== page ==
Learn to use a fire extinguisher, block home invasions, and other tips to stay safe in your NYC apartment

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By Emily Myers  |
December 3, 2019 - 10:00AM

Most people don't have a clue how to use a fire extinguisher, says Robert O’Brien, co-owner of NY Fire Consultants and a former FDNY firefighter.


How well do you know how to keep yourself safe in your New York City apartment? Fires and break-ins do happen, and safety experts recommend being proactive against these dangers.

Robert O’Brien, co-owner of NY Fire Consultants and a former FDNY firefighter, says it’s the simplest things that cause the worst tragedies, like overloaded extension cords or not changing the batteries in your apartment’s smoke and carbon monoxide detectors. 

Among his safety recommendations, he suggests learning how to use a fire extinguisher, having some simple tools on hand to defend yourself against break-ins, and having a ‘go-bag’ ready if you need to leave the apartment in an emergency.

How to use a fire extinguisher

A fire extinguisher is a common household item, but do you actually know how to use one, especially when you are under pressure? 

“Most people haven’t got a clue,” says O’Brien. To use them correctly, remember the acronym PASS: Pull the pin, aim, squeeze the handle, and use a sweeping motion at the base of the fire. These instructions are also on the base of your fire extinguisher if you need to refresh your memory.

O’Brien suggests taking it one step further. “Find some kind of training, ideally something hands-on, or stop in at your local firehouse, and talk to your local firefighters. Tell them you want to talk to your family about training,” he says. 

Have simple tools on hand

Last winter O’Brien gave his family rubber door stoppers as gifts—to keep them safe from intruders. It was a tip he learned from active shooter training he did with U.S. Navy Seals.

“There’s a lot of people who might not be able to move a file cabinet or desk in front of a door to block it. This little rubber stopper? Kick it under the door and someone on the other side can’t push it open,” he says. 

Simple tools you have around the house can be repurposed to keep you safe, says O'Brien. Take a hammer for example—in a break-in situation, the claw end of the hammer can be used to grab an intruder’s weapon. Not only that, but you can use it as a tool to claw through a sheetrock wall to gain access to another room, or break a window and get out of the building in an emergency. You could also use a hammer to bang that little stopper firmly under the door.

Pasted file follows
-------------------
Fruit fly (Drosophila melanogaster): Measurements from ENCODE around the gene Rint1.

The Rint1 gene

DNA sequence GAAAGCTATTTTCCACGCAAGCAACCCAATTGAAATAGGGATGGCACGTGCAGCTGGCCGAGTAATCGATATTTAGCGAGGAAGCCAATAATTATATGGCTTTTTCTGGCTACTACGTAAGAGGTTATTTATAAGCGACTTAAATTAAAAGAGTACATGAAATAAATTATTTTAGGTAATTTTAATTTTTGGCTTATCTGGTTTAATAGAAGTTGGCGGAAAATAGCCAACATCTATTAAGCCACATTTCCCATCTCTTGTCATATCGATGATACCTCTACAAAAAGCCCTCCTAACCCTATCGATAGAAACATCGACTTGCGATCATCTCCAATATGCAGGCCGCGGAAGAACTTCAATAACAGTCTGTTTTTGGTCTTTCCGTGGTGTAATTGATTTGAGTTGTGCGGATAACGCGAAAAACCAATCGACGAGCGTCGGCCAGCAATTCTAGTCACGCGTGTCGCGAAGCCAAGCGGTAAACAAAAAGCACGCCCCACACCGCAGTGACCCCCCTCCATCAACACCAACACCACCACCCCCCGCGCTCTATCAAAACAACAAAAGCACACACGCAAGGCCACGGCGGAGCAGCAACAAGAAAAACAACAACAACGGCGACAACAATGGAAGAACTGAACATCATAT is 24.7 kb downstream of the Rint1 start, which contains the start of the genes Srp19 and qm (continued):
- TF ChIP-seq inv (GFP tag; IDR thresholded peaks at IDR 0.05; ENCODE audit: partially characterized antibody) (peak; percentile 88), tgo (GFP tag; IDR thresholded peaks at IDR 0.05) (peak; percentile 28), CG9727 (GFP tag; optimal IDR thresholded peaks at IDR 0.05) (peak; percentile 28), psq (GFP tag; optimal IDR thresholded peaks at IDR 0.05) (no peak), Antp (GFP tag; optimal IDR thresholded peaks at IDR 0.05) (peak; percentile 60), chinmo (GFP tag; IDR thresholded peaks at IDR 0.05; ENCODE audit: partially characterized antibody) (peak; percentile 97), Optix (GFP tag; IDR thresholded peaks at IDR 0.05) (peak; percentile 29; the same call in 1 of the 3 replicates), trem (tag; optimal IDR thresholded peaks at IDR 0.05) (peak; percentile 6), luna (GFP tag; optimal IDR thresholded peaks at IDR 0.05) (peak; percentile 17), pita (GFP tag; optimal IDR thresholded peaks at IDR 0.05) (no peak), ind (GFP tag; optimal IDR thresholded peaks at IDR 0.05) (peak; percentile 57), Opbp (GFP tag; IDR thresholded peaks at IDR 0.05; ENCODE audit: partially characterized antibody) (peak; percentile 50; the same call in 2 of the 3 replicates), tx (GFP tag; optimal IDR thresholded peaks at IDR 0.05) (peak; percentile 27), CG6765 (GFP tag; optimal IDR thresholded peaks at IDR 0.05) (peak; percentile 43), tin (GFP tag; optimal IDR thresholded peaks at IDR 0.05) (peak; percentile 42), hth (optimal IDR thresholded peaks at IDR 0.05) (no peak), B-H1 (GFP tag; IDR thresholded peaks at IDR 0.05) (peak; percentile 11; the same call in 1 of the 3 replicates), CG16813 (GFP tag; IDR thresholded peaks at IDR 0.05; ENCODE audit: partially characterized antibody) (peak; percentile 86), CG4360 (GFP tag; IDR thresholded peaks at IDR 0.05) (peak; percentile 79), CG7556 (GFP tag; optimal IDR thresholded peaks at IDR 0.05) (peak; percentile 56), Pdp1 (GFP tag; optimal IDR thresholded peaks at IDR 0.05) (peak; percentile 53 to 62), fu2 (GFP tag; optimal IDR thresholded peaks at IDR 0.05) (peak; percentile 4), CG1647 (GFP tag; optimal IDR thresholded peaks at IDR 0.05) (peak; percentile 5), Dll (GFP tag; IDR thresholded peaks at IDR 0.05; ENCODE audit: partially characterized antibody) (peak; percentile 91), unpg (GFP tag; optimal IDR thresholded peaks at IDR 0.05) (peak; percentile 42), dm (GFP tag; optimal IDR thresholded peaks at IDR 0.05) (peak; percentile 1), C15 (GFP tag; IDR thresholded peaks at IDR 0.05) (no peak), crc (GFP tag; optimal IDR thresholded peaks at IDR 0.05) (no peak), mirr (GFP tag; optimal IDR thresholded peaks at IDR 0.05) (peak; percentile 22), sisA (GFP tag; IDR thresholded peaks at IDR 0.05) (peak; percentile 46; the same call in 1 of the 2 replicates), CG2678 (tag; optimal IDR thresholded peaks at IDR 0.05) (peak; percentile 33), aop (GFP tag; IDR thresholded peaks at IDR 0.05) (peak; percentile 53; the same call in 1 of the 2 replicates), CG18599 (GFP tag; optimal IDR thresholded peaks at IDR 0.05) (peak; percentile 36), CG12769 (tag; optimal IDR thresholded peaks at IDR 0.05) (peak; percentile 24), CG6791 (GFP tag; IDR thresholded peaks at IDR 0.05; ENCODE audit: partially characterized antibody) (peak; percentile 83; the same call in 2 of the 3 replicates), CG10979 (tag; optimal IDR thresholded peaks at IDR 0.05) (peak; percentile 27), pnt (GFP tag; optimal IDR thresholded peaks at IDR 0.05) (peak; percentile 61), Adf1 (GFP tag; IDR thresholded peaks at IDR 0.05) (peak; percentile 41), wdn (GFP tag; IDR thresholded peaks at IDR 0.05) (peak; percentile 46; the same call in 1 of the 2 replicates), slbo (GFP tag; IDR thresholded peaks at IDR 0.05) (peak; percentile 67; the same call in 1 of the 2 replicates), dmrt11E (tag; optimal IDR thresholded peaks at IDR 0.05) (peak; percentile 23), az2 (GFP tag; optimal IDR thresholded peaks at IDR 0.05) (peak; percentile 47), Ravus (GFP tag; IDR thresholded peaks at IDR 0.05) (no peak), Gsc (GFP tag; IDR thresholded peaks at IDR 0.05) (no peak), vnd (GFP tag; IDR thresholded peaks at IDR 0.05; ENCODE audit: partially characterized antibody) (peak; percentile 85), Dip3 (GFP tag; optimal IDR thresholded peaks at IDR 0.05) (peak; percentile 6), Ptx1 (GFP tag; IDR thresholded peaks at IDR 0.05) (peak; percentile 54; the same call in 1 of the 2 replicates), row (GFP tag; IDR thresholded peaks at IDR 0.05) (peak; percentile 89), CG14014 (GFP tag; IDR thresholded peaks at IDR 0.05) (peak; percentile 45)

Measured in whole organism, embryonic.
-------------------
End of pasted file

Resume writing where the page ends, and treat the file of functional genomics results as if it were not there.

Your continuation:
Know how to block smoke

Another reminder from Security consultant Allan Schwartz is to use wet towels at the base of a door if there's a fire on the other side of it.

"It prevents the smoke from coming through the door and gives you time to use the fire escapes as quickly as you can and call 911," he says. 

Keep fire safety equipment up-to-date

Did you switch out the batteries in your smoke detector when the clocks changed? Fire safety experts recommend this as the best way to make sure the unit functions year-round.

Be careful with extension cords

Extension cords in older apartments can be a fire hazard, especially if two cords are connected or overloaded.

"It's called piggybacking and it's the cause of numerous fires in the city," says O'Brien. Likewise, don't tuck cords under a rug. "You're putting a flammable load over an extension cord," he says, and that can start a fire.

Have a safety plan

Your building should have a safety manual or guidebook that addresses any threats to residents like trespassing, vandalism, burglary, or fireSchwartz says the manual will outline evacuation procedures. He also points out you should never get in an elevator if there's a fire.

"A good emergency practice is to recall the elevators to the first floor in a fire, so nobody gets in and gets trapped," he says. 

O’Brien has written lots of evacuation plans for families in NYC, particularly those who live Uptown. He recommends practicing at-home fire drills, having a secure area to meet outside the apartment, and have a ‘go-bag’ ready with cash, medicines, and copies of your ID if you need to leave the apartment quickly.


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Emily Myers

Senior Writer/Podcast Producer

Emily Myers is a real estate writer and podcast host. As the former host of the Brick Underground podcast, she earned four silver awards from the National Association of Real Estate Editors. Emily studied journalism at the University of the Arts, London, earned an MA Honors degree in English Literature from the University of Edinburgh and lived for a decade in California.

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